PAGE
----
Gibbs pursues three separate theories of sex-based discrimination: hostile or abusive working environment, constructive discharge, and general gender discrimination. The Court addresses each in turn.
Hostile or Abusive Working Environment
Title VII extends civil liability to any employer who "fail[s] or refuse[s] to hire or... discharge[s] any individual, or otherwise... discriminate[s] against any individual with respect to his compensation, terms, conditions, or privileges of employment, because of such individual's... sex[.]" 42 U.S.C. § 2000e-2(a)(1). The Fifth Circuit has explained that under Title VII, sexual harassment "that takes the form of a tangible employment action, such as... the creation of a hostile or abusive working environment" is prohibited. Lauderdale v. Tex. Dep't of Criminal Justice, 512 F.3d 157, 162 (5th Cir. 2007).
To prove the existence of a hostile or abusive working environment, Gibbs must establish that:
1) she belongs to a protected class; 2) she was subjected to unwelcome sexual harassment; 3) the harassment was based on sex; 4) the harassment affected a term, condition, or privilege of employment; and 5) the employer knew or should have known of the harassment and failed to take remedial action.
Septimus v. Univ. of Houston, 399 F.3d 601, 611 (5th Cir. 2005). For purposes of its summary judgment motion, Corinthian contests only the fourth element.
For Gibbs to demonstrate that a term, condition, or privilege of employment was affected, she must show that the alleged harassment was "sufficiently severe or pervasive to alter the conditions of [her] employment and create an abusive working environment.'" Lauderdale, 512 F.3d at 163 (quoting Meritor Sav. Bank v. Vinson, 477 U.S. 57, 67, 106 S.Ct. 2399, 141 L.Ed.2d 662 (1988)). The Court may consider additional factors, such as "whether [the conduct] is physically threatening or humiliating, or a mere offensive utterance; and whether it unreasonably interferes with an employee's work performance." Id . (quoting Harvill v. Westward Comm'n, LLC, 433 F.3d 428, 434 (5th Cir. 2005)). As the Fifth Circuit has explained: "conduct must be both objectively offensive, meaning that a reasonable person would find it hostile and abusive, and subjectively offensive, meaning that the victim perceived it to be so." Stewart v. Miss. Transp. Comm'n, 586 F.3d 321, 330 (5th Cir. 2009) (quoting Shepherd v. Comptroller of Pub. Accounts, 168 F.3d 871, 874 (5th Cir. 1999)).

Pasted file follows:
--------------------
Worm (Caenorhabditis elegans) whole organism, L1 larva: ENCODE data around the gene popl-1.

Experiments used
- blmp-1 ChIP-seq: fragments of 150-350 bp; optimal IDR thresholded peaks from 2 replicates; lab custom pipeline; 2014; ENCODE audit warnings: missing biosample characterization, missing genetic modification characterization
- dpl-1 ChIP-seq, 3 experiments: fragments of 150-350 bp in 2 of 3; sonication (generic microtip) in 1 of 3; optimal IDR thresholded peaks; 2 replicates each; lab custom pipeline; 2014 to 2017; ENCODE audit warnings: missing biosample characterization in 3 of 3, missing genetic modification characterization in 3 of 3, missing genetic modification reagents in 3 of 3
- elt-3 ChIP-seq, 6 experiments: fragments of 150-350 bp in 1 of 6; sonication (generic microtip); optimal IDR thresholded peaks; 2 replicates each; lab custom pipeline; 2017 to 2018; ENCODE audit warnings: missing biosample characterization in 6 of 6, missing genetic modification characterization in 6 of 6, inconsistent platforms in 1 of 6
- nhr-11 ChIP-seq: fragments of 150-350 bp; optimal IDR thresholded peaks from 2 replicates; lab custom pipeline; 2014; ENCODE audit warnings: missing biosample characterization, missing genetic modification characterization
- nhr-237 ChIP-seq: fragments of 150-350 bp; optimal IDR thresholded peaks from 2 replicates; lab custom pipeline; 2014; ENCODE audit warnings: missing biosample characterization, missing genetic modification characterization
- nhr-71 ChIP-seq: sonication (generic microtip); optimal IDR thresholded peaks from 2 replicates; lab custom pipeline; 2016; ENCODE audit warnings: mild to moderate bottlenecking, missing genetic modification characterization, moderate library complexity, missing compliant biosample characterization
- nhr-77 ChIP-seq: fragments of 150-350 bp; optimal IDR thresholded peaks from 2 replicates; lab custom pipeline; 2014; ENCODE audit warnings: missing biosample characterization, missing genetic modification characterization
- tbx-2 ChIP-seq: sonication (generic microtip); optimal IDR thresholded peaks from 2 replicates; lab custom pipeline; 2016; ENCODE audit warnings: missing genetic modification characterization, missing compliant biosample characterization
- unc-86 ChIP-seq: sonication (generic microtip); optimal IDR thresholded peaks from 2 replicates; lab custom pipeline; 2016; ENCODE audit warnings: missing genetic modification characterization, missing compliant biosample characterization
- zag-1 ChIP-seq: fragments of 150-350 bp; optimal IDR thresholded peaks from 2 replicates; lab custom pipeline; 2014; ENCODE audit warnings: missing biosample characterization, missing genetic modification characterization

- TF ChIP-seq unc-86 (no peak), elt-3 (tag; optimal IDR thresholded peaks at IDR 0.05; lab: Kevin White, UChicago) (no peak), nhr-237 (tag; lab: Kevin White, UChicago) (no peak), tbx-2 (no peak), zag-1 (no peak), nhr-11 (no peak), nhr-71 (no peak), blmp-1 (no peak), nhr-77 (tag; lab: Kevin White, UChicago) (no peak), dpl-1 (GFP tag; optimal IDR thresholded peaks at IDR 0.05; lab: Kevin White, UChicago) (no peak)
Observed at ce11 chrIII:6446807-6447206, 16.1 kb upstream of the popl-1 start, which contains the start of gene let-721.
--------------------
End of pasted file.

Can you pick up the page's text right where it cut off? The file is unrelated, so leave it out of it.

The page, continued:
The Fifth Circuit has cautioned that the standard is stated in the disjunctive: a Title VII plaintiff may prevail by alleging severe or pervasive harassment. Harvill, 433 F.3d at 435. Therefore, "isolated incidents, if egregious, can alter the terms and conditions of employment." Id . Likewise, "[f]requent incidents of harassment, though not severe, can reach the level of pervasive, ' thereby altering the terms, conditions, or privileges of employment such that a hostile work environment exists." Lauderdale, 512 F.3d at 163. The required showing of severity "varies inversely" with the required showing of pervasiveness. Id.
In Gibbs' deposition, she testified that the harassment began on her first day when Lambert introduced Gibbs to her male coworkers. She claims that she "got the impression that it was more than an introduction... like how do you guys like your new inspector?" Contributing to this feeling, Gibbs testified that a coworker identified as Tony told her that Lambert liked her and "wanted a piece of black booty." Additionally, Gibbs testified that her male coworkers often commented on other female employees' looks.